THE AFRICA BAZAAR MAGAZINE
March 19, 2019
The International Monetary Fund said Tuesday Seychelles‘ economic outlook for 2019 remains positive, growth in 2018 reached 4.1 percent, aided by prudent monetary policy, steady exchange rate, surge in tourism earnings and robust output in the fishing industry.
Inflation remained controlled throughout 2018, external current account deficit narrowed to 17.1 percent of GDP, and the inflation annual average margin for the year was met owing to declines in international fuel prices in late 2018.
The main fiscal surplus for 2018 reached 3.2 percent of GDP, assisted by lower than budgeted capital outlays and strong tax revenue growth, comfortably exceeding the program target. The net international reserves also exceeded the program target by US$31 million.
“The declining trend in international fuel prices up to early 2019 could have a positive impact on the external balance in 2019, while some of the fiscal measures in the 2019 budget could put pressure on inflation and on the balance of payments,” said IMF Staff Amadou Sy, following a recent IMF’s analysis of the country under the Policy Coordination Instrument Arrangement. “International reserves are expected to remain at an adequate level, anchored by prudent macroeconomic policies. Downside risks to the outlook stem largely from the external sector.”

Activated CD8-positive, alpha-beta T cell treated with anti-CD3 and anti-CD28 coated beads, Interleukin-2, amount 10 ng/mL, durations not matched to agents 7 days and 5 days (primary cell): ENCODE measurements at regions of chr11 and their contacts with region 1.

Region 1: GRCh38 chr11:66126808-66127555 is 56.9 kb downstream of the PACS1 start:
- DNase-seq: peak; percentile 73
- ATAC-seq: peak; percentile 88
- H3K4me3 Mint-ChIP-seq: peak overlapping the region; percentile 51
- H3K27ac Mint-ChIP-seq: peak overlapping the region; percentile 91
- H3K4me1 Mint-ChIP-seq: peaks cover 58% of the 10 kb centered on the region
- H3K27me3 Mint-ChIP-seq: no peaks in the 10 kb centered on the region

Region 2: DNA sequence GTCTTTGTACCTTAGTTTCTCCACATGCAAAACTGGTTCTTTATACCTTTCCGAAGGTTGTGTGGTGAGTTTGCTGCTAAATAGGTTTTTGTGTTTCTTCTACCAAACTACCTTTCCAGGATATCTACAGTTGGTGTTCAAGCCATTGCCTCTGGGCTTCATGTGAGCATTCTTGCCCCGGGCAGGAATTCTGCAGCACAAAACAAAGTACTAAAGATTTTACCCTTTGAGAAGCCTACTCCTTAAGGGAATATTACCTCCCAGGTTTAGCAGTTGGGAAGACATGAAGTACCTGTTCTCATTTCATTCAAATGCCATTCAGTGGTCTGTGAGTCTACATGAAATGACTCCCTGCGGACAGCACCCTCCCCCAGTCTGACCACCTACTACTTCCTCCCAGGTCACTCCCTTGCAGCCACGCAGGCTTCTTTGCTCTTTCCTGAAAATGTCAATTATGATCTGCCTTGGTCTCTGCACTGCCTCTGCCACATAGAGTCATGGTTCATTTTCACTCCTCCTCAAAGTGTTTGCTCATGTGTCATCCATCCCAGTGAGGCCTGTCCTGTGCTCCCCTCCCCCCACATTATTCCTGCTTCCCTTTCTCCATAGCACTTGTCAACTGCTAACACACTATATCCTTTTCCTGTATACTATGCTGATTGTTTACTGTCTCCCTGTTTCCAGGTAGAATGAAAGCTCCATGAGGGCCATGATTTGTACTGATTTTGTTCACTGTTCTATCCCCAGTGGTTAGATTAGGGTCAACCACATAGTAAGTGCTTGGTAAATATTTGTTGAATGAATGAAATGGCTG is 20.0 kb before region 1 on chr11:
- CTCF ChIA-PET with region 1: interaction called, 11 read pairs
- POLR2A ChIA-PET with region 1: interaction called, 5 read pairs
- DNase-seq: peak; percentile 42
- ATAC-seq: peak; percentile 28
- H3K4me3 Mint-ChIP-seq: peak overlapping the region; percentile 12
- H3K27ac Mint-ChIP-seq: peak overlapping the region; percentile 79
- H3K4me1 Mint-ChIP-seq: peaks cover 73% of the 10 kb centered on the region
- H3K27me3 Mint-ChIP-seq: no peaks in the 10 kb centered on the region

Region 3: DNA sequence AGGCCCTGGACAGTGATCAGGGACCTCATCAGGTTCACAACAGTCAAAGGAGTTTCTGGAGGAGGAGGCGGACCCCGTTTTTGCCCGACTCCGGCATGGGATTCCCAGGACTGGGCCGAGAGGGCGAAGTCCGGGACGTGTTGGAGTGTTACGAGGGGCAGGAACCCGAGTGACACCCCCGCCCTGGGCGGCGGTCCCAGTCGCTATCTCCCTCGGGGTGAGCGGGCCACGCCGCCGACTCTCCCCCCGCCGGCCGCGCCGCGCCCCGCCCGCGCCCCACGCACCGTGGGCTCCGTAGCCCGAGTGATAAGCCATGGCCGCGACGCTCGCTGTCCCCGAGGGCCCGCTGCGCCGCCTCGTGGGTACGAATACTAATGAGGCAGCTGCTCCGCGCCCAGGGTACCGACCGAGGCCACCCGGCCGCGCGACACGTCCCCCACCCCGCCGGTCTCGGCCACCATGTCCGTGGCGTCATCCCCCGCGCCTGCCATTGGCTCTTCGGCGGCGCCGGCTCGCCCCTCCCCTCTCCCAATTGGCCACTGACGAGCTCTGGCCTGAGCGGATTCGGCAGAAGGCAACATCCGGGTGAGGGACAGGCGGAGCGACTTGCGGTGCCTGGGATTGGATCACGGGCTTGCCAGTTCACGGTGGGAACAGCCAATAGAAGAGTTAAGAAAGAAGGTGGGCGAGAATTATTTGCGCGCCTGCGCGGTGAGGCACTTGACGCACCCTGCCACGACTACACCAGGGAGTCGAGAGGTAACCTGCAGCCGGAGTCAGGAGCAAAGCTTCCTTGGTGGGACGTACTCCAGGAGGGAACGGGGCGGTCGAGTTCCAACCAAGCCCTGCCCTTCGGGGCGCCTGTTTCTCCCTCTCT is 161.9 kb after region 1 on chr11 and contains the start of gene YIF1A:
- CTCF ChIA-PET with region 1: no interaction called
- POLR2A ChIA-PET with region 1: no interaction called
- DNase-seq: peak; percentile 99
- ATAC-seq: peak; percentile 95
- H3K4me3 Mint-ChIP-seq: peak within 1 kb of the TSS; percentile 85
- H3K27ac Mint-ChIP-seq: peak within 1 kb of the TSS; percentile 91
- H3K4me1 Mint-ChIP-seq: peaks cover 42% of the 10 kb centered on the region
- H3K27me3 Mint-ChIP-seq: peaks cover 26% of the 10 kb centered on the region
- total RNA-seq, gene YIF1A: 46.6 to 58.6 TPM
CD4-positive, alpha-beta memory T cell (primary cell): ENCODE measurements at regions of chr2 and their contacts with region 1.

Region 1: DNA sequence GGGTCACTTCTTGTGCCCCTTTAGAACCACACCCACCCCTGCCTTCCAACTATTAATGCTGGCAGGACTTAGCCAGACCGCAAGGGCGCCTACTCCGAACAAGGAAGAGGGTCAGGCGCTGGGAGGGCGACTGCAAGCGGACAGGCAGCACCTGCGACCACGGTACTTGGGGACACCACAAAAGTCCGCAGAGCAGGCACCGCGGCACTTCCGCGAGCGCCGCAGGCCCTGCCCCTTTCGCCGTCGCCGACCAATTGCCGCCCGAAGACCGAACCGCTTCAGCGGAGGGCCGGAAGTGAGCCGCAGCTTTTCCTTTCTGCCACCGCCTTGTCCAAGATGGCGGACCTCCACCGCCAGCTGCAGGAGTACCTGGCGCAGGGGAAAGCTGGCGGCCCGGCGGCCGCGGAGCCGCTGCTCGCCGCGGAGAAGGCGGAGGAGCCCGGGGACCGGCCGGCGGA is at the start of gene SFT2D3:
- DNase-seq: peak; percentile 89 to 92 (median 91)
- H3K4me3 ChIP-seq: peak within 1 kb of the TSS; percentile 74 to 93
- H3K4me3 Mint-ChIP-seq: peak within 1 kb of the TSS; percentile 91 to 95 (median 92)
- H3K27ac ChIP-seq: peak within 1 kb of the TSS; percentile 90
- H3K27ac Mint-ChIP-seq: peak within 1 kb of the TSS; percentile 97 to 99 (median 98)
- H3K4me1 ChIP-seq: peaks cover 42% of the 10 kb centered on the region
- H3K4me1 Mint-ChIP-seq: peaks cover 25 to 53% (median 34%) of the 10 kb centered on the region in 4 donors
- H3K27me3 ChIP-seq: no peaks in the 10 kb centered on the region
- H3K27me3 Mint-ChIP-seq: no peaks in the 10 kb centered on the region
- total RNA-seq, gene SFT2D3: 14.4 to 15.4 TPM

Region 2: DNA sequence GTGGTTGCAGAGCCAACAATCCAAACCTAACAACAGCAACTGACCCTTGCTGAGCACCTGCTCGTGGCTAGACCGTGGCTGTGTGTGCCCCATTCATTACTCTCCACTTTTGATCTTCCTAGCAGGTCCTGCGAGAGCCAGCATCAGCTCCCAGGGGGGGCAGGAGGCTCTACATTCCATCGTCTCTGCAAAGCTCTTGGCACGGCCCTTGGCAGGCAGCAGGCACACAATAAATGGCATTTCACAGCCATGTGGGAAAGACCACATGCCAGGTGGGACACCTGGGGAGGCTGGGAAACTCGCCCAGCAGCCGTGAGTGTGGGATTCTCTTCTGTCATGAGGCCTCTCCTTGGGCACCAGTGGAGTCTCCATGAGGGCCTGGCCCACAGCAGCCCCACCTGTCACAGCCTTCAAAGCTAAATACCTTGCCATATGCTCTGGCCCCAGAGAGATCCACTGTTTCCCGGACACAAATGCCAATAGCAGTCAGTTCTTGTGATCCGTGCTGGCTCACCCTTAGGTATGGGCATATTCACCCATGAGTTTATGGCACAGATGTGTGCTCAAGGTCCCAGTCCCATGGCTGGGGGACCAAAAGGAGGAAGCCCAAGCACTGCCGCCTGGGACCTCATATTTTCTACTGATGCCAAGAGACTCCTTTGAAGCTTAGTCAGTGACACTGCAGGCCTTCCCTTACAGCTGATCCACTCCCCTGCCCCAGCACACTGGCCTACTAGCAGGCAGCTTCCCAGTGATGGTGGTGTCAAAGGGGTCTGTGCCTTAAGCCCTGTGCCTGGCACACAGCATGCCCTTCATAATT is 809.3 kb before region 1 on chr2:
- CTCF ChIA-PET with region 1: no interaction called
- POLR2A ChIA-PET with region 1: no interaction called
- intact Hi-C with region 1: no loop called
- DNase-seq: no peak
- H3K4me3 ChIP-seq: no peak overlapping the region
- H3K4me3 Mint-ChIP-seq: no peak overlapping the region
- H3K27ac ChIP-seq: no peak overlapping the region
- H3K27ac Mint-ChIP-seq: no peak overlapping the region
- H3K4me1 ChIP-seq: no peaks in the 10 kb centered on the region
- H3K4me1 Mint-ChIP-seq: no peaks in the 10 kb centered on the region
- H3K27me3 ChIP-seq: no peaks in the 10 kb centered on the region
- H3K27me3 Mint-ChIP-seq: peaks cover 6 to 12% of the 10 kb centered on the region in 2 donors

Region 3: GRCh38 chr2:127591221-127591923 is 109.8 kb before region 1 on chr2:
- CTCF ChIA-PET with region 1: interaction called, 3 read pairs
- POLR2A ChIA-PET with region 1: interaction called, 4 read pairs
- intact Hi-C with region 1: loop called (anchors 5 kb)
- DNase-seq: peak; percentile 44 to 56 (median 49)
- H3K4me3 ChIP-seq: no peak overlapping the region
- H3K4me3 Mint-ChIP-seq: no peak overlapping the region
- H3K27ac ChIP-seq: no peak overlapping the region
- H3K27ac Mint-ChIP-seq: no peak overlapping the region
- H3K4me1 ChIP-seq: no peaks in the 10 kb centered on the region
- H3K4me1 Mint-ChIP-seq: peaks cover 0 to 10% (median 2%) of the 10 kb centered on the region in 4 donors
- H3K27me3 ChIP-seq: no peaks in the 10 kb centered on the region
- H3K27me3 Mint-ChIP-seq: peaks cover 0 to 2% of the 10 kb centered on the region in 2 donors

Mr. Sy, who led a team of IMF staff on a mission to Seychelles this month, met with the Seychelles’ government, President Danny Faure, Minister of Finance, Trade, Investment, and Economic Planning
Loustau-Lalanne and Governor of the Central Bank of Seychelles, Caroline Abel, as well as other government officials, members of the National Assembly, and representatives of the private sector and civil society.
The group discussed with the government permanent fiscal steps that should be taken now that will help Seychelles secure the medium-term debt reduction target in 2020 and emphasized that delays in the execution of Air Seychelles’ restructuring plan could weaken government’s efforts to sustain strong fiscal primary surpluses and jeopardize medium-term public debt reduction goals.
The IMF team agreed with the government that the Central Bank should continue to maintain a flexible exchange rate while limiting foreign exchange interventions to the extent needed to avoid excess volatility and preserve reserve coverage at an adequate level as well as the need to address structural weaknesses and promote inclusive growth, including through further diversification in the context of the Blue Economy initiatives, improving the business climate, Financial technology, and strengthening the state-owned enterprise sector.
The CBS is urged to remain vigilant to inflationary pressure stemming from rising domestic demand including from fiscal measures in the 2019 budget.